Fighter Squadron: The Screamin' Demons over Europe (SDOE) is a Windows-based World War II theme combat flight simulator released in 1999. The game was written by Parsoft Interactive and released by Activision. It was designed for the Windows 95/98 operating system. SDOEs release came on the tail-end of a series of major WWII simulators through 1999, and missed most of the critical Christmas season. Parsoft broke up soon after the release. A version was under development for the Apple Macintosh platform but was cancelled by the Mac porting house during development and the title never made it to the Mac platform.
The simulation player can man all the positions on WWII bombers such as the Boeing B-17 Flying Fortress, Avro Lancaster and Junkers Ju-88. Few combat flight simulators of this time had this feature. In addition, other aircraft could be flown in the simulation including the Lockheed P-38 Lightning, North American P-51 Mustang, Supermarine Spitfire, DeHavilland Mosquito, Hawker Typhoon, Focke-Wulf FW-190 and the Messerschmitt Me-262. The simulation featured a mission editor that players could use to create their own missions. Fan websites created numerous modifications of flight theaters or eras (World War I for example), new aircraft and new missions.
Parsoft's first flight simulator was 1991's Hellcats Over the Pacific, arguably one of the most advanced flight simulators of the era. One of the few common complaints was the fairly basic flight model. The game engine used hard-coded instructions for game maps, mission details and vehicle models and behaviours, making it difficult to modify for new missions. In spite of this, a mission pack was released in 1992. Another issue with the engine was that it was based on integer math, at a time when floating point units were becoming more common. On these platforms, floating point math often ran faster than integer, as the processing was offloaded to a separate unit. At the same time the gaming market was changing; computers were becoming more powerful, screen sizes were growing, and networking was becoming increasingly common.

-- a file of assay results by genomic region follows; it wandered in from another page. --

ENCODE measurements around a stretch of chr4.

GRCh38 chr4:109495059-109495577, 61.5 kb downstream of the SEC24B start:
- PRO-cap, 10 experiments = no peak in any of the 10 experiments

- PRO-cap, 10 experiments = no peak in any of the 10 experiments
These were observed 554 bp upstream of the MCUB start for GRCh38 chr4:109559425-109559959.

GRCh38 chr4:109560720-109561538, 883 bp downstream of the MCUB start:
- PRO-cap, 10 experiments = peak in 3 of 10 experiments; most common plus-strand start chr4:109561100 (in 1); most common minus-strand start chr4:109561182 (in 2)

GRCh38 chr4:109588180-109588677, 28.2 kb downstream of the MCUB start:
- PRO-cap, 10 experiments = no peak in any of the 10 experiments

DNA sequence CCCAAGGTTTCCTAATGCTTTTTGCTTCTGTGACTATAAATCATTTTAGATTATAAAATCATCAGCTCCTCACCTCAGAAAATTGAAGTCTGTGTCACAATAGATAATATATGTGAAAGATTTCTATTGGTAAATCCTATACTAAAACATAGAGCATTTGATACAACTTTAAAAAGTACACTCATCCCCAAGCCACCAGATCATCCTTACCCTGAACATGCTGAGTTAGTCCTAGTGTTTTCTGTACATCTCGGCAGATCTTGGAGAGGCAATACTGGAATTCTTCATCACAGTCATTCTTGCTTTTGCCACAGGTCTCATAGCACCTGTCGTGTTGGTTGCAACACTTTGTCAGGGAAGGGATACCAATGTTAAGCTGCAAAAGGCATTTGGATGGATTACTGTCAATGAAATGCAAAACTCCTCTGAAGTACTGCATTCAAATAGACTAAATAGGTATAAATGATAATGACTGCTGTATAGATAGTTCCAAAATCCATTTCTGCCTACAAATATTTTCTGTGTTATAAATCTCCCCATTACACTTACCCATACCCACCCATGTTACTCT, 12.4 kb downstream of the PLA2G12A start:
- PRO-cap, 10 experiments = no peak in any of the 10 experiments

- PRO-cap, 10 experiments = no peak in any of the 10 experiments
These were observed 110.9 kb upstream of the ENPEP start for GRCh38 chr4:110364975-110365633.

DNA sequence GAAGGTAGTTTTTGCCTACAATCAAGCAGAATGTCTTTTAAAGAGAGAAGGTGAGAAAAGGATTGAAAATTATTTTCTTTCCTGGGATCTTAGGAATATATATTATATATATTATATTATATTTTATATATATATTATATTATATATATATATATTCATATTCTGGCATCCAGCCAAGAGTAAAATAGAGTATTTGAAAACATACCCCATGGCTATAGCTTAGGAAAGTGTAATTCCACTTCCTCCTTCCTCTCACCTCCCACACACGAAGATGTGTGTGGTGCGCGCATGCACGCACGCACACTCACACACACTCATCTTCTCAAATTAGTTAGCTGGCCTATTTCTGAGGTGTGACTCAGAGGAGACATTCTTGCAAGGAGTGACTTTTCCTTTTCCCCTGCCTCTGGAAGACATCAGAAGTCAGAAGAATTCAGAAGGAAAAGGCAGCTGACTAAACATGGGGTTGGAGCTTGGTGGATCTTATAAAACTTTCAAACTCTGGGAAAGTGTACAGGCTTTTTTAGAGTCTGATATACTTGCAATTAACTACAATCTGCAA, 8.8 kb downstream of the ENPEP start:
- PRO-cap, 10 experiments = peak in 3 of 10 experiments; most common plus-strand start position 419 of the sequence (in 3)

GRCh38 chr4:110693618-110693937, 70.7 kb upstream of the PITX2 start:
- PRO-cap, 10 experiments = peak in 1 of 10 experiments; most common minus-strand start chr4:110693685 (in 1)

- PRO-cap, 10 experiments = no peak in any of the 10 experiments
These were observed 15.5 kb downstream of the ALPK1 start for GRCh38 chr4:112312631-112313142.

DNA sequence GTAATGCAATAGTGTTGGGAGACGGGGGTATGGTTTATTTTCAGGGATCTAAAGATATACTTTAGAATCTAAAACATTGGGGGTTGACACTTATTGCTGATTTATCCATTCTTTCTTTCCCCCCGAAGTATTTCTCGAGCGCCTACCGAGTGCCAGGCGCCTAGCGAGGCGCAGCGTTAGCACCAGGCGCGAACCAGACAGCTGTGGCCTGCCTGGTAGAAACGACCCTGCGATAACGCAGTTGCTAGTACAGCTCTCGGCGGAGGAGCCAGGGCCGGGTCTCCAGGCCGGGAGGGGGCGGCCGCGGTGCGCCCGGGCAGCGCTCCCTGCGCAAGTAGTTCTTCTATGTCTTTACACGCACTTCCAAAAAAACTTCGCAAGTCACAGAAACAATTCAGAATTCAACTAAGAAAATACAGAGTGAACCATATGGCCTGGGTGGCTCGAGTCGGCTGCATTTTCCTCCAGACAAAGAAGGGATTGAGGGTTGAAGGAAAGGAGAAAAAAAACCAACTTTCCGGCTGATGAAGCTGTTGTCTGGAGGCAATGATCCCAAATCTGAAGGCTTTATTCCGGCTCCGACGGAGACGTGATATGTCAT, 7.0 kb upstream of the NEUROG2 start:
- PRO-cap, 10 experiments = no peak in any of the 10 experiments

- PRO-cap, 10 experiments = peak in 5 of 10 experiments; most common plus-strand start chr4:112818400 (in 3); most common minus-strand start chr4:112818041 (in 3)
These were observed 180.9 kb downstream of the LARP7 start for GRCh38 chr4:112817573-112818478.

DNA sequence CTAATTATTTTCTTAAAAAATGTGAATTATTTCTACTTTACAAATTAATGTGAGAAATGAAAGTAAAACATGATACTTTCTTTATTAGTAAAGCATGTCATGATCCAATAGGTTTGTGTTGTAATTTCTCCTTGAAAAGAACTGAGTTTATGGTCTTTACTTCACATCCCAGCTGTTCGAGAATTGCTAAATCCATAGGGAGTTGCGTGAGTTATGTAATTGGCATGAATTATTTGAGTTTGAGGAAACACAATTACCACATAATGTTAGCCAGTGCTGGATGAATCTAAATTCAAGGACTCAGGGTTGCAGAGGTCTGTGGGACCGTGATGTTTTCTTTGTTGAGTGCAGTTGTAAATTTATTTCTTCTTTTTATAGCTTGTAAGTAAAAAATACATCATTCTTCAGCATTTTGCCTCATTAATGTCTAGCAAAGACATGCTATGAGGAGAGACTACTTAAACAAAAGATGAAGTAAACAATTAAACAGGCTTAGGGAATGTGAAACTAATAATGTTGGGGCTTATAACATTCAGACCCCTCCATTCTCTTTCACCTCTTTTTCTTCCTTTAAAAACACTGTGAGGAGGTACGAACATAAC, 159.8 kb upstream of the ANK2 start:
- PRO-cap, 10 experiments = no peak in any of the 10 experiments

Parsoft took this opportunity to re-design their game engine. They started with a completely new concept that would allow any in-game element to be loaded from a separate file, and shared around a group of networked computers in what they referred to as the "Virtual Battlefield Environment" (VBE). After writing the engine, they used it to create a game based around the A-10 Thunderbolt II. However, the new game was being released right when the Macintosh platform was moving from the Motorola 680x0 family to the new PowerPC, and it ran poorly on these platforms. A new version for the PowerPC followed, and A-10 Attack! was finally released in 1995.
A-10 fixed almost all of the problems in the original Hellcats engine; networking was built-in from the start, the aerodynamics went from too basic to extremely accurate, a new solid-body physics system was added to control interactions between objects, and the VBE system allowed new game objects to be added to the engine. With A-10's release, Parsoft turned their attention to a mission pack, A-10 Cuba! which was released in 1996.
As had happened between the release of Hellcats and A-10, during the release of A-10 the market had moved once again. In this case the internet was in the process of becoming widely available and taking over from older LAN protocols, graphics cards supporting texture mapping were becoming common, and Apple's market share was imploding. Once again, Parsoft's engine found itself in need of changes in order to keep up with a changing market. A version of VBE tuned for Intel machines, with a new graphics engine, and replacing LAN protocols with TCP/IP would address these concerns. But however good the VBE concept was, its use of shared libraries was a concern when the internal differences between one fighter and the next was limited. A system loading these details from flat files would be idea.
Parsoft started work on just such an engine some time in 1997, originally intending for a Mac and PC release some time in 1998. Returning to the World War II time frame, the new system was originally referred to only as "Dogfight", an indication of its focus. VBE evolved into OpenPlane, which was in turn based on a "parfile", a text file that pointed to other resources for graphics and sounds.